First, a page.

John Oates: You know, I’ve not hit the wall as much as…
John Oates: It’s been incredibly positive. What I’ve found is just, working with talented people – you just let them do what they do. And I just kind of – I try not to impose myself. I’m kind of like a music traffic cop in this project because it’s all over the place. But when I walk into a room to write, or a studio to record it’s like – let them do what they do and I just kind of watch it and I say – well you know, I could sing it better if it went like this. In the end, I’m responsible for it and it’s my name on it and I’m singing and so, there’s that element. But I really have let this thing run wild and doing kind of like a folk thing with Sam Bush and then turning around and doing that pop song with Hot Chelle Rae and then doing like, a hardcore blues with Vince Gill. So, it’s really just a cool project.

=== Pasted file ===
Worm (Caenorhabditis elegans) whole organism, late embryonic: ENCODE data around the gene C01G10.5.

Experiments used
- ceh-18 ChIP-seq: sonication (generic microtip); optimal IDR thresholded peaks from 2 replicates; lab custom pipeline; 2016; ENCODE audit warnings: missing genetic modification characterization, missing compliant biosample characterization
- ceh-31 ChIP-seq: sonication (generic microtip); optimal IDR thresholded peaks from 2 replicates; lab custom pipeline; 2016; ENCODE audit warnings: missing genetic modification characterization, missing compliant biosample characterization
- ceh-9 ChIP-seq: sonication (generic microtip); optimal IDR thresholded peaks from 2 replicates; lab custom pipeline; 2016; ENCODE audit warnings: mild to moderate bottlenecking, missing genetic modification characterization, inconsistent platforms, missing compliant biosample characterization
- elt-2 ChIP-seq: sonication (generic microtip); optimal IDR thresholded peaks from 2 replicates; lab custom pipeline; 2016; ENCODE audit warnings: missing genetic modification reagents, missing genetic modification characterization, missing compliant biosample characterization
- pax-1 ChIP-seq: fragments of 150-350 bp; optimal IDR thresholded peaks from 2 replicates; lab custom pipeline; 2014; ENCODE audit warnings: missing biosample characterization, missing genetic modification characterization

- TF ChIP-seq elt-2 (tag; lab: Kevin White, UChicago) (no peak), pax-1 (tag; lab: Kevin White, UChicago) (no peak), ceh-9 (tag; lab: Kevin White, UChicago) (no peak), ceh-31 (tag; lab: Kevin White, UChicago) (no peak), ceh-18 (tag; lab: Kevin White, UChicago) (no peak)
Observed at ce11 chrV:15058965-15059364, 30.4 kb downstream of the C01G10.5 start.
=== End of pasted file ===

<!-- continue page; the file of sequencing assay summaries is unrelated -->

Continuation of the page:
Ron Bennington: And you’ve got to – you’ve got to put one song out of your mind as you go into the next week, right? Like you’ve got to kind of show up fresh with no expectations I would guess.
John Oates: I try to show up fresh pretty much all the time. Keeping an open mind is half the battle. I walk into a – there’s been some writing sessions where I walked in with ideas and there’s other writing sessions where I walk in and say – hey, here I am, let’s see what happens. And I’ve been incredibly lucky. Things just seem to have fallen together.